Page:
UCI Law Student Appointed As Student Regent

UC Irvine Law School student Cinthia Flores was formally appointed as the UC Student Regent-designate for the 2012-13 academic year during last month’s UC Board of Regents meeting on Wednesday, July 18.

This prestigious position will allow Flores to participate in various deliberations and preparations with the UC Board of Regents, addressing policy issues such as financial aid, admissions requirements and campus development. Although Flores will be an active participant in this group, she will remain a non-voting member until her term as Student Regent begins on July 1, 2013 and concludes in 2014.

This year Flores will work closely with current Student Regent Jonathan Stein and other Board members to address a variety of issues affecting California’s public higher education system.

“I would like to conduct a systemwide evaluation of current admissions policy, both at the undergraduate level and professional/graduate school level,” Flores said of her plans for the upcoming year.

“In particular, I would like to lead a working group to study the effectiveness of holistic admissions.”

Flores also believes that the UC system needs to assess its tuition policy and take a closer look as to how rapid fee increases are affecting students.

While wanting to ensure that the university finds a sustainable method of funding, Flores also agrees with the Board’s support of Governor Brown’s tax initiative. If this measure passes in November, an estimated $8.5 billion would be generated in new state revenue by temporarily raising the personal income tax of people earning $250,000 or more for seven years and by increasing the state sales tax by half  a cent for the duration of four years. This increase in revenue could bring more stability to the university and the California economy.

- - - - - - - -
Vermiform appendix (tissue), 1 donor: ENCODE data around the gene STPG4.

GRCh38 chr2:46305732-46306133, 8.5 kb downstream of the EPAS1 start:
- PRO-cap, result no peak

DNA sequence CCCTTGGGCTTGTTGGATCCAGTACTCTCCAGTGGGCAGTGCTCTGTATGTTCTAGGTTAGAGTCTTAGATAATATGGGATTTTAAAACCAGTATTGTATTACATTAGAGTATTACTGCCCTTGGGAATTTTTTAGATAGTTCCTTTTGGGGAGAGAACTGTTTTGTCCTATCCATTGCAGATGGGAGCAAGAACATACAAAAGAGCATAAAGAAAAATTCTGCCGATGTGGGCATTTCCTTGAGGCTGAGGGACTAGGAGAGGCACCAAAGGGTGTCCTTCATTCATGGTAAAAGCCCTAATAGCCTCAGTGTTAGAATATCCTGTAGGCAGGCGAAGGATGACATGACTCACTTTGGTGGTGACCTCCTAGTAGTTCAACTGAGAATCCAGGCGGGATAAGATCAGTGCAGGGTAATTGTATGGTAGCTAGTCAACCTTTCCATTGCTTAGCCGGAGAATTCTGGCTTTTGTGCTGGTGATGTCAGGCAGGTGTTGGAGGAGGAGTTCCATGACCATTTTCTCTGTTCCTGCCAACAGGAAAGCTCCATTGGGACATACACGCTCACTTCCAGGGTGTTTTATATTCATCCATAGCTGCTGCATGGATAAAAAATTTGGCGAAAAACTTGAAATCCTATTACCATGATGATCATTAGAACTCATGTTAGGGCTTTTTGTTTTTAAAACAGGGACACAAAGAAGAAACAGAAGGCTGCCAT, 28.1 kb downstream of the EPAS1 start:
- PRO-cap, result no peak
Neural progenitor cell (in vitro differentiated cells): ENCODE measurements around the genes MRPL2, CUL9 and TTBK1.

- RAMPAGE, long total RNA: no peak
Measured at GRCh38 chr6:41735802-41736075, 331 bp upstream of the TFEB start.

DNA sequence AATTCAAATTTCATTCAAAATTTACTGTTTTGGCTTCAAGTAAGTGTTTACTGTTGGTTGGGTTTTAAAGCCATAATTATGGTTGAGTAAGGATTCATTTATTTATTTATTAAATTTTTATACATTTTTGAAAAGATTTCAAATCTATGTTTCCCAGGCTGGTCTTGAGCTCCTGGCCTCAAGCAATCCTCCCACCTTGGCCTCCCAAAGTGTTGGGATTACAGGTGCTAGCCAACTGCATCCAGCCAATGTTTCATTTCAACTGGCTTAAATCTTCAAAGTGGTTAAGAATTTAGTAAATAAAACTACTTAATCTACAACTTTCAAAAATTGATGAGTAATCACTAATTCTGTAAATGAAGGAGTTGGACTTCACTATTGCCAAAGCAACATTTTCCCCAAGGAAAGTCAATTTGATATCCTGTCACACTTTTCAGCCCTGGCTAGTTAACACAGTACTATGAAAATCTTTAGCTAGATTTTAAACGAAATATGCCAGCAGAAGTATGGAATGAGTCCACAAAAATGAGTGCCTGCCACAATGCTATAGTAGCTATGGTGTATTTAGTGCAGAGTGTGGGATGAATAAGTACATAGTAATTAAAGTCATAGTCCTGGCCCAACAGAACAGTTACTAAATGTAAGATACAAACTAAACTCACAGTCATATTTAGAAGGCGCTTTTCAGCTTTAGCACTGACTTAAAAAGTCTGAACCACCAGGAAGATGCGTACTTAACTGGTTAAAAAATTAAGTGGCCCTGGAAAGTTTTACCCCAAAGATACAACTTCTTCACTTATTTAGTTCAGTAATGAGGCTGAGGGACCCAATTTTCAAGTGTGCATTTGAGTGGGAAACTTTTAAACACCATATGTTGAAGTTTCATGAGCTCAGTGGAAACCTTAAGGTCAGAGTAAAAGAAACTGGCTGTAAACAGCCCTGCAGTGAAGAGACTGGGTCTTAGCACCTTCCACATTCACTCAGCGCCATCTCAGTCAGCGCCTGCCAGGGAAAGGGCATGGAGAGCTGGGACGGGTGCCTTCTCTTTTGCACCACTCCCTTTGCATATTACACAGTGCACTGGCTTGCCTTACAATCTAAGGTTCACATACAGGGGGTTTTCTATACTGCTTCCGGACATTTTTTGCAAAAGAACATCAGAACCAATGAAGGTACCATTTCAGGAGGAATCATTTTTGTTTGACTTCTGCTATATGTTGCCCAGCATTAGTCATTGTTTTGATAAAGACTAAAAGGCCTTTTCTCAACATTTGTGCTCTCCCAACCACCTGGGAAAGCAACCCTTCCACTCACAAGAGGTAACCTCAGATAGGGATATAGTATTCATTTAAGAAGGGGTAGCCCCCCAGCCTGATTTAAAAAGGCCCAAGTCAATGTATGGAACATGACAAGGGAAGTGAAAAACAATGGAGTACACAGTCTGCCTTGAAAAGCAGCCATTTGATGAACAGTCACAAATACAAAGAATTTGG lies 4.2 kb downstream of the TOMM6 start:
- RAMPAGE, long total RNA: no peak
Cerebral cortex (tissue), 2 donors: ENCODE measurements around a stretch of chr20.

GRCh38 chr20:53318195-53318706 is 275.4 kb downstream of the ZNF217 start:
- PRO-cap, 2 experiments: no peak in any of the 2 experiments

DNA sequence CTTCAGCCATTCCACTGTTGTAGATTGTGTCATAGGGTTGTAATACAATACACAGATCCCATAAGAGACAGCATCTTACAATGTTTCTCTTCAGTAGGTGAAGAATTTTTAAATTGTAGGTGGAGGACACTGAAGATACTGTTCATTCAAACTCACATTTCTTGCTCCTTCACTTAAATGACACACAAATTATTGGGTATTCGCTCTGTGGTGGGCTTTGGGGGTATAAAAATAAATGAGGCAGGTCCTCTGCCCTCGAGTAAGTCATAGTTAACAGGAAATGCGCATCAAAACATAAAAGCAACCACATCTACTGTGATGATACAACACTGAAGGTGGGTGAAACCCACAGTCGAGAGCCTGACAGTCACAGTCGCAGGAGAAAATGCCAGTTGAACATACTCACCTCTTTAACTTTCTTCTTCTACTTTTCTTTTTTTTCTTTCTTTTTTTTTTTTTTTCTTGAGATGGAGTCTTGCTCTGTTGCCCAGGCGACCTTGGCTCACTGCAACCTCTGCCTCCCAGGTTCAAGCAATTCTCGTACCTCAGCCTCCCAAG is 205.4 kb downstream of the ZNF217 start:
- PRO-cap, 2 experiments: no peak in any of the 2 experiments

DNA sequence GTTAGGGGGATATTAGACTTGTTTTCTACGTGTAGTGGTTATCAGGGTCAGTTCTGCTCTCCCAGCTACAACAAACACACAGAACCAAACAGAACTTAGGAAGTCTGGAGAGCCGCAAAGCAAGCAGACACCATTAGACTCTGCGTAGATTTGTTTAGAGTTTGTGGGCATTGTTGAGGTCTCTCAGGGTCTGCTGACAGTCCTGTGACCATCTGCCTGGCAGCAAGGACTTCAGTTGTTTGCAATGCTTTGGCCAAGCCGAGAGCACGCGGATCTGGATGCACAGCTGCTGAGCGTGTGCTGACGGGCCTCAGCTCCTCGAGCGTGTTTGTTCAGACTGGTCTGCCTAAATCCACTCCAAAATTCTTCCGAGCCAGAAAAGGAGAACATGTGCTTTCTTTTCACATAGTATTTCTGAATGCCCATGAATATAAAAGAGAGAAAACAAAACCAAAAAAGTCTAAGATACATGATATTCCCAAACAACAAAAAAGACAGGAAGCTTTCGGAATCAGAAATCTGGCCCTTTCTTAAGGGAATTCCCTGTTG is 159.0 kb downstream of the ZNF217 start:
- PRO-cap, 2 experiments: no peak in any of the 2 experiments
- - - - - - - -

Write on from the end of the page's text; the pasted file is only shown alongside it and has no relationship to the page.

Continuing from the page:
However, in the case that this initiative does not meet voter approval, both the UC and California State University systems would suffer from mid-year “trigger cuts” resulting in a loss of $250 million in state funding. Additionally, the UC system would lose another $125.4 million during the 2013-14 academic year, which is contingent on the university freezing mandatory student charges for the current year.

“I’d like to focus on building on the momentum of the Board’s current decision to support the Governor’s initiative,” Flores said.

“The UC must adopt an aggressive strategy in the Capitol if it hopes to stabilize its financial infrastructure.”

As another part of her term for this upcoming year, Flores and Stein have created an aggressive communication plan and will participate in a campus tour during the fall and winter. They will meet with different constituencies and leaders at each location and will collect their opinions regarding issues in the UC. Flores then hopes to take this information and compile it in a systemwide report that would be presented to the UC Board of Regents.

Flores brings to this position several years of experience in student advocacy and leadership.

While an undergraduate at UCLA, Flores was the ASUCLA President and worked to improve a number of issues that still benefit students today. She helped ensure funding of UCLA’s 24-hour library service called Night Powell and also revived financial support for tutorial programs.

Additionally, Flores also helped develop and lobby the College Affordability Act as part of her membership in the University of California Student Association (UCSA). Her other advocacy work includes being an undergraduate representative on the Board of Admissions and Relations with Schools, where she served on the Board that eliminated the SAT II for UC eligibility requirements. This action enlarged the pool of eligible UC applicants by about nine percent.

Flores has continued with similar efforts since enrolling in the UC Irvine School of Law — she has worked with the Immigrant’s Rights Clinic and has also completed pro bono work with local immigrant non-profits. These experiences have reinforced her interest in labor and immigration law and are helping her prepare for post-graduate work in employment or immigration law.

Flores is confident that her prior activities will aid her in being a strong leader.

“The effectiveness of the Student Regent lies on developing strong relationships with other student leaders,” Flores said.

“Therefore, my primary goal as Student Regent-designate is to work closely with the Student Regent and student leaders from across the UC system to ensure that student concerns are heard and student needs are addressed.”